Photo: Jonathan Ferrey/Getty Images

Logano Drives Battered and Bruised Car to Talladega Top-Five

By David Morgan, NASCAR Editor

In a car that looked more like it had just completed 500 miles at Martinsville than a race at Talladega, Joey Logano nearly pulled off the three-peat in the fall race at the track, but in the end had to settle for a fourth-place finish when the checkered flag flew.

“Brad and I worked well together and we were able to help him win the race today, which was good,” said Logano. “I wish we could have won the race.  I had a good enough run, but the damage and all – even though the guys did a good job fixing it – you could tell the speed wasn’t there as much at the end, but we were still able to pick up enough to keep some speed in it and get a fourth-place finish.  It’s a good way to recover after a crash to finish fourth.  I guess you should be proud of that, but I’m still mad I didn’t win.”

Though Logano missed out on the playoffs, he looked at Sunday’s Alabama 500 as a prime opportunity to win a race for the first time since April and make it three October Talladega wins in a row.

After a strong qualifying effort, Logano and the rest of the Ford contingent came to life early in the going with Logano streaking to the lead from the drop of the green flag and staying out front for the first 13 circuits and again near the end of the first stage. Though he dropped back in the pack through the middle portion of the race, things began to look up again for the No. 22 team late in the race, when he found the front of the pack for a third time to bring his laps led total to 59 on the day, a race-high.

While he looked to be the man to beat with the laps winding down, disaster struck on lap 179, when he was involved in a five-car pileup in Turn 3, bringing out the second red flag of the day. While had had sustained a decent amount of damage, his crew was able to get the car repaired and back out on track in short order.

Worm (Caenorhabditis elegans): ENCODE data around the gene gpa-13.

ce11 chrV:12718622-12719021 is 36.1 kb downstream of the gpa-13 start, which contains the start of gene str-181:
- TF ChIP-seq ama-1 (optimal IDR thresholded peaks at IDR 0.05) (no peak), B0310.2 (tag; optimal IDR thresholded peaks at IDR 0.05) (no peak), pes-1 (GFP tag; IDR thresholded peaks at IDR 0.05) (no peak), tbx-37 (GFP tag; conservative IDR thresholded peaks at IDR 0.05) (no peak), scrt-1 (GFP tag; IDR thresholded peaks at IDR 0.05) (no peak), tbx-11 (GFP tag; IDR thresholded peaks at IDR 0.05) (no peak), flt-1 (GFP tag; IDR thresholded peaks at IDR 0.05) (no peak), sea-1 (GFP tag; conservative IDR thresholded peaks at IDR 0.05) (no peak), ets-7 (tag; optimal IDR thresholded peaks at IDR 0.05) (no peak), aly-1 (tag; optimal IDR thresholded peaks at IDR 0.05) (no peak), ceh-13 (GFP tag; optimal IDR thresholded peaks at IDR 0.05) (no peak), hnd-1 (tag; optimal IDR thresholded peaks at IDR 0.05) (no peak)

Even though the car was battered and bruised, Logano held his own in the pack and avoided the final multi-car crash to put himself in position to win late in the going, even pushing his Team Penske teammate Brad Keselowski to the win before falling to fourth when the checkered flag flew.

While it was another top-five finish on the season, Logano was still a bit disappointed that he wasn’t the one celebrating the win.

“Under the red flag I said, ‘You know we can still win this thing,’ and we got really close,” said Logano. “Our never-quit-attitude got us a top-five out of a day that looked like we may not even finish.  I’m proud of that.  We just have to fight again.  I wanted to win this one really bad.  Anything beside winning right now hurts.”

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David Morgan is the Associate Editor for Motorsports Tribune. A 2008 graduate from the University of Mississippi, David has followed NASCAR since the early 90’s and became hooked at an early age after attending his first race at Talladega Superspeedway in 1993. He has traveled across the country since 2012 to cover some of the most prestigious events both IndyCar and NASCAR have to offer, with an aim to only expand on that in the near future.